The professor of medicine at the University of Manitoba detailed the implications of a new paper suggesting changes to the characterization of MS phenotypes and how it might impact previously approved therapies. [WATCH TIME: 3 minutes]
WATCH TIME: 3 minutes
"If we talk about changing a classification that is familiar to people living with MS, clinicians, researchers, and regulators, we need to think about the consequences of that, how we can make those changes so that they achieve the goals we want without having unintended consequences. Think about how information can be communicated effectively, and how changes can be made effectively."
For years, multiple sclerosis (MS) has been defined by 3 clinical courses: relapsing-remitting, primary progressive, and secondary progressive. Although not necessarily a new concept, a recent paper published by the International Advisory Committee on Clinical Trials in Multiple Sclerosis suggested that the disease is driven by pathophysiological mechanisms, not clinical phenotypes. Authored by Ruth Ann Marrie, MD, PhD, FRCPC, and several others, the paper culminated years of previous research and highlighted several aspects of disease progression such as inflammation, neurodegeneration, aging, and many others, that support this theory.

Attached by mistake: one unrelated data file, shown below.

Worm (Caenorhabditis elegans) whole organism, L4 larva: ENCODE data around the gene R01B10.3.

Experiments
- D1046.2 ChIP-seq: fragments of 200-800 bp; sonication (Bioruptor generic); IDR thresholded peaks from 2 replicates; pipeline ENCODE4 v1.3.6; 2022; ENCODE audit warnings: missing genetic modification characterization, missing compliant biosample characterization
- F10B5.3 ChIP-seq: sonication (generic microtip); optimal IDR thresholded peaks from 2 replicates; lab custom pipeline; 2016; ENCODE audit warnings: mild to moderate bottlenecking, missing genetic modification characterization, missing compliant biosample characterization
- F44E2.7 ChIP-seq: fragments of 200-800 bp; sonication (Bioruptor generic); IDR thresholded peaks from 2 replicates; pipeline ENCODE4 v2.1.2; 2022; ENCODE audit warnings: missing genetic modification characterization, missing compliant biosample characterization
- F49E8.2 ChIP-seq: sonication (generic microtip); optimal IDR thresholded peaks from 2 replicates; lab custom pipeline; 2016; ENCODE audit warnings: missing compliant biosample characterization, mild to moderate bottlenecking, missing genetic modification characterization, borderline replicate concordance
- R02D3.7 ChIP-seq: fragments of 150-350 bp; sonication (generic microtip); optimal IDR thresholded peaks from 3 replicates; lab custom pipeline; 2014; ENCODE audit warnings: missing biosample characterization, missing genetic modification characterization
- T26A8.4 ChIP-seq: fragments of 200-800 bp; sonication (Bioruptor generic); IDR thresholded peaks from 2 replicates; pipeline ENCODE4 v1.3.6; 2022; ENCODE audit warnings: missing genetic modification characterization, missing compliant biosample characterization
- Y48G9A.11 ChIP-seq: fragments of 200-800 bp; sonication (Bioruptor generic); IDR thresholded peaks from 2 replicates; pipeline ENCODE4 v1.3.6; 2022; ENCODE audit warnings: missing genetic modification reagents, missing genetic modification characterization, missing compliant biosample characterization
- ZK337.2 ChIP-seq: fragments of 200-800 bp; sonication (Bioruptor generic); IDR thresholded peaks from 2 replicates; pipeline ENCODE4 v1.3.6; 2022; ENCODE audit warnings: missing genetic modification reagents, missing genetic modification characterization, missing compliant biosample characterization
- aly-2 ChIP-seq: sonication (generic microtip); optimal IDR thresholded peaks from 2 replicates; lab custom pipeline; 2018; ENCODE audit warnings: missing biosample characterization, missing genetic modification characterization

The paper focused on clarifying the 1996 and 2013 clinical course descriptors, commonly referred to as the Lublin-Reingold classification, with the goal of determining an approach to developing a new framework for describing the disease. Marrie, a professor of medicine at the University of Manitoba, believes there is room for an emphasis on trials that are driven by looking at biologic mechanisms. In an interview with NeurologyLive®, she discussed the major implications of the paper and whether it could have a serious impact on the indications of previously approved disease-modifying therapies. Additionally, she provided her thoughts on how the clinical community may react to the news, and if those who treat the disease may change their approach.